Mayla Phoebe de Rezende and Sofia Albuquerck, 19, are the first identical twins in the world to both undergo gender reassignment surgery.
The two sisters revealed that they "never identified as boys", and their first shower as women was "magical".
The twins (one of which has their father's surname) underwent a five-hour surgery one day apart at the Transgender Center, Brazil. A clinic in the southeastern Brazilian city of Blumenau, earlier in February.
According to their surgeon, Dr Jose Carlos Martins, "This is the only reported case in the world of twins, who were presumed to be male at birth, undergoing female gender confirmation surgery together."
As they grew up, the identical pair, Mayla and Sofia, did everything together. In a video-conference interview with AFPA only a week after the surgery, the two young women smiled, joked and shed tears as they opened up about their shared journey.
Mayla, who is studying medicine in Argentina, said, "I always loved my body, but I didn't like my genitalia. I would blow dandelion seeds into the air and wish for God to turn me into a girl."
Mayla revealed that they were consistently monitored by doctors for four years before their operation, and they received hormone treatment. "I advise every trans woman to go through this whole process."
Because only five public hospitals perform the procedure, and the long waiting list, the girls were unable to have the surgery sooner.
Mayla also opened up about how happy she is embracing her new body. "Before being sedated in hospital, I still could not believe my dream was being fulfilled. When I woke up, I couldn't believe it. It is something that's still sinking in. I no longer feel that discomfort when lying or sitting down. It's a wonderful thing. My first shower after being discharged was magical."
Her sister, Sofia, is more reserved. However, the two has never been more in sync.
Sofia, who's studying civil engineering in Sao Paulo, added, "We live in the most transphobic country in the world."
"At school it was very difficult. Some classmates even threw notebooks at my head," said Mayla.
Last year alone, 175 transgender people were murdered in Brazil. Latin America's largest country is known for a strong culture of machismo and overt homophobia, not least on the part of far-right President Jair Bolsonaro.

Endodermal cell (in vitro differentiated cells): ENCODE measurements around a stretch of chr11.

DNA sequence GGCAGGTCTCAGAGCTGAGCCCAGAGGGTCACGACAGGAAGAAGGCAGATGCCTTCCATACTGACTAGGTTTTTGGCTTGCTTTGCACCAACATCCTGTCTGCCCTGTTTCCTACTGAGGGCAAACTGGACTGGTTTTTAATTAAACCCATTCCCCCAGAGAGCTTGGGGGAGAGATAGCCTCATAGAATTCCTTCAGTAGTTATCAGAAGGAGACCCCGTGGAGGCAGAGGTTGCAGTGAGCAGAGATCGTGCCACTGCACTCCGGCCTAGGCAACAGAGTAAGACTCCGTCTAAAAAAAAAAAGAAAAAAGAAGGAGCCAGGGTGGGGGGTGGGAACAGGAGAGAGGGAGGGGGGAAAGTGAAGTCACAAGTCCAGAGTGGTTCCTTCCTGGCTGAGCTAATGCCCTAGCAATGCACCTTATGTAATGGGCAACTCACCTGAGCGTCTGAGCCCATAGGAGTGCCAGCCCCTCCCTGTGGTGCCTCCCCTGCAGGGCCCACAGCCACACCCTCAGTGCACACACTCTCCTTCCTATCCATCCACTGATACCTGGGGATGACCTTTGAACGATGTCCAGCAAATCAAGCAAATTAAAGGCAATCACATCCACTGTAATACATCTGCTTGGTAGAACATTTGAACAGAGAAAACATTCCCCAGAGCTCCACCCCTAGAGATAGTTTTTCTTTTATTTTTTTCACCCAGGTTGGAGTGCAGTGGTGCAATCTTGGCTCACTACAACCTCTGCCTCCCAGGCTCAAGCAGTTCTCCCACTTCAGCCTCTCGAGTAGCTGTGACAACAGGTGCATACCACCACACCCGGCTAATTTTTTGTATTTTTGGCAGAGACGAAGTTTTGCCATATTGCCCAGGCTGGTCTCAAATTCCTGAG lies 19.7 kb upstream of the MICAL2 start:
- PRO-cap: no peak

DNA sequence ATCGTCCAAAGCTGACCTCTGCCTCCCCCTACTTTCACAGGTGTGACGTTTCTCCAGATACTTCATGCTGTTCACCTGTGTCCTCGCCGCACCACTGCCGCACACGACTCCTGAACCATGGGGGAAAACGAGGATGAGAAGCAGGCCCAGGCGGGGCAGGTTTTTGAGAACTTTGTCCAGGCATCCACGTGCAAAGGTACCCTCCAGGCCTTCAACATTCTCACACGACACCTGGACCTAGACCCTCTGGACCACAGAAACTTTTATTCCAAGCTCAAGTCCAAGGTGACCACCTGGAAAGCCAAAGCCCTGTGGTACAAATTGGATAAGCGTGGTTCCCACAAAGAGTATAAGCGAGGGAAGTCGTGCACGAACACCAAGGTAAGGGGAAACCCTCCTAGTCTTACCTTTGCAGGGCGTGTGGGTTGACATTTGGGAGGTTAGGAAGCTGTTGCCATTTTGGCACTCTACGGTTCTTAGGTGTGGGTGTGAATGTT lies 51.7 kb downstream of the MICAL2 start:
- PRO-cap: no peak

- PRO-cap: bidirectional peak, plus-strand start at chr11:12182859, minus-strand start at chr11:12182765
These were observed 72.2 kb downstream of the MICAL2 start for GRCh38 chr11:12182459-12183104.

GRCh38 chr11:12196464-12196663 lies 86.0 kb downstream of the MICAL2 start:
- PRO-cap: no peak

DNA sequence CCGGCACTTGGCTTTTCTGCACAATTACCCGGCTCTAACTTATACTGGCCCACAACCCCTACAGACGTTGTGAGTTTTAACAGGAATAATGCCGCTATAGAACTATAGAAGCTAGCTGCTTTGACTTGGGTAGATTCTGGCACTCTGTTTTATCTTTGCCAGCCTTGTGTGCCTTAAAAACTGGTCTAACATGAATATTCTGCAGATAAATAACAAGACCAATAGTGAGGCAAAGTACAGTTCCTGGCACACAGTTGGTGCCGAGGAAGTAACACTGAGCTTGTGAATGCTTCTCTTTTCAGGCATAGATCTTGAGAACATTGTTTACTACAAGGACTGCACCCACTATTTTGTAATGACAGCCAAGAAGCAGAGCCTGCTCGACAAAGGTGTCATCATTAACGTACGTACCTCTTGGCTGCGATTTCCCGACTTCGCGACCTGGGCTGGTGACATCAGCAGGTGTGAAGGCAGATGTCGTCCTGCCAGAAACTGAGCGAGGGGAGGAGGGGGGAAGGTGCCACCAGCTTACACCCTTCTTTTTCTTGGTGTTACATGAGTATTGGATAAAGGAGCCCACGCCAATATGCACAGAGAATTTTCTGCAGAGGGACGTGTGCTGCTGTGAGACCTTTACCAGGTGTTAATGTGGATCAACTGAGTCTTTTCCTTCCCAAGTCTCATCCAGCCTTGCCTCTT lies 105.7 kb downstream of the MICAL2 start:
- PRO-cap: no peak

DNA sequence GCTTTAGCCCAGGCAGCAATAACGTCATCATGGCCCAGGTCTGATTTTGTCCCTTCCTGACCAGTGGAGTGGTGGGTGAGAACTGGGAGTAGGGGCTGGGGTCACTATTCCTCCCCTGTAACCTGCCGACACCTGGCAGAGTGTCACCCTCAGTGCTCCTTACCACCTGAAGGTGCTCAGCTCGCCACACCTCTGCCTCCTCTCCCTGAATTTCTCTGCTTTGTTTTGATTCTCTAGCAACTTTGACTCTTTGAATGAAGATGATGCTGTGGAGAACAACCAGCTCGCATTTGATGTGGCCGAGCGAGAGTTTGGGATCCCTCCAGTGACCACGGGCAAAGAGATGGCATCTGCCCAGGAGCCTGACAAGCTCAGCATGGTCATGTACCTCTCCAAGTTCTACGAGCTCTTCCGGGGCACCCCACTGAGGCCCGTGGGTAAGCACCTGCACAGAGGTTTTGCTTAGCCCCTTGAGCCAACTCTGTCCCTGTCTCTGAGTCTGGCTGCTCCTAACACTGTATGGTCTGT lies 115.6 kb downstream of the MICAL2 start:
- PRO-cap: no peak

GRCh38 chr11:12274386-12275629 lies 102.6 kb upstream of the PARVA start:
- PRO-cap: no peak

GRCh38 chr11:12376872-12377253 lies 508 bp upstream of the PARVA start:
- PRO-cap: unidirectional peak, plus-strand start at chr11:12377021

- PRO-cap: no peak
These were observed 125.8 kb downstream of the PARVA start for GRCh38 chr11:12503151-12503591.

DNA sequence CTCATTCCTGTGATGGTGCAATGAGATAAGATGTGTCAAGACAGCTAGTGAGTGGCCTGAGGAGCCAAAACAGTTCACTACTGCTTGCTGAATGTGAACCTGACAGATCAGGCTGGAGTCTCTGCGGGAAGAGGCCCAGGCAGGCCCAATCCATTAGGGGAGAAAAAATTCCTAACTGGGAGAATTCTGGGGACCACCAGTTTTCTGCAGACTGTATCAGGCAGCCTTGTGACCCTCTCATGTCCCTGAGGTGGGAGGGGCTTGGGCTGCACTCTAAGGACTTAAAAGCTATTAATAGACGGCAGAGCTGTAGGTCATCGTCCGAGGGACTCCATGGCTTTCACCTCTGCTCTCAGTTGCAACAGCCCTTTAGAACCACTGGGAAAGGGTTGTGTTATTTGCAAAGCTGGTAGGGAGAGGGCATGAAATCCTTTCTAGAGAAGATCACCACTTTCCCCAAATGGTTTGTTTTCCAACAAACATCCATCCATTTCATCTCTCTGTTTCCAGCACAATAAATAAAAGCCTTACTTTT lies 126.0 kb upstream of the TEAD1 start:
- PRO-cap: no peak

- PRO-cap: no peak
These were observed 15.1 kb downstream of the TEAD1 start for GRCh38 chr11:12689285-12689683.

The twins added that they still bear the emotional scars of their difficult childhoods and live in fear of abuse. However, they always had the support of their family.
"Our parents weren't afraid of what we were, they were afraid that people would mistreat us," said Mayla. As a sign of support, their grandfather paid for their surgeries by auctioning off a property he owned to pay the 100,000-reais ($20,000) bill.
Happy Mayla added, "My goal now is to graduate in medicine and buy another house for my grandparents as a way of repaying their gesture."
As they say, a mother knows best, so did their mother, Mara Lucia da Silva. She said it was "a relief" when her twins came out as trans. "I don't even remember thinking of them as boys. To me, they were always girls. In my heart, I always knew they were girls and that they were suffering. I'm upset with myself for never giving them a doll or a dress, for not making them happier when they were girls." But the twins said their mother was a rock of support.
Mayla said that "Whenever someone did something to us in the street, the first thing we wanted to do was go home and tell our mom, for her to give us a hug. She was like a lioness. She always protected us fiercely."
The twins hope that their story will help sex change operations become more accessible in Brazil.
"There are many trans women who give up because the waiting list is too long in the public health system. There's only one private clinic that carries out the procedure in Blumenau. I'm proud to be a trans woman. I've lived in fear of society for too long. Now I'm asking for respect."
Sofia added that she believes "God created souls, not bodies," and added that "I want to help people see that we're human beings, too."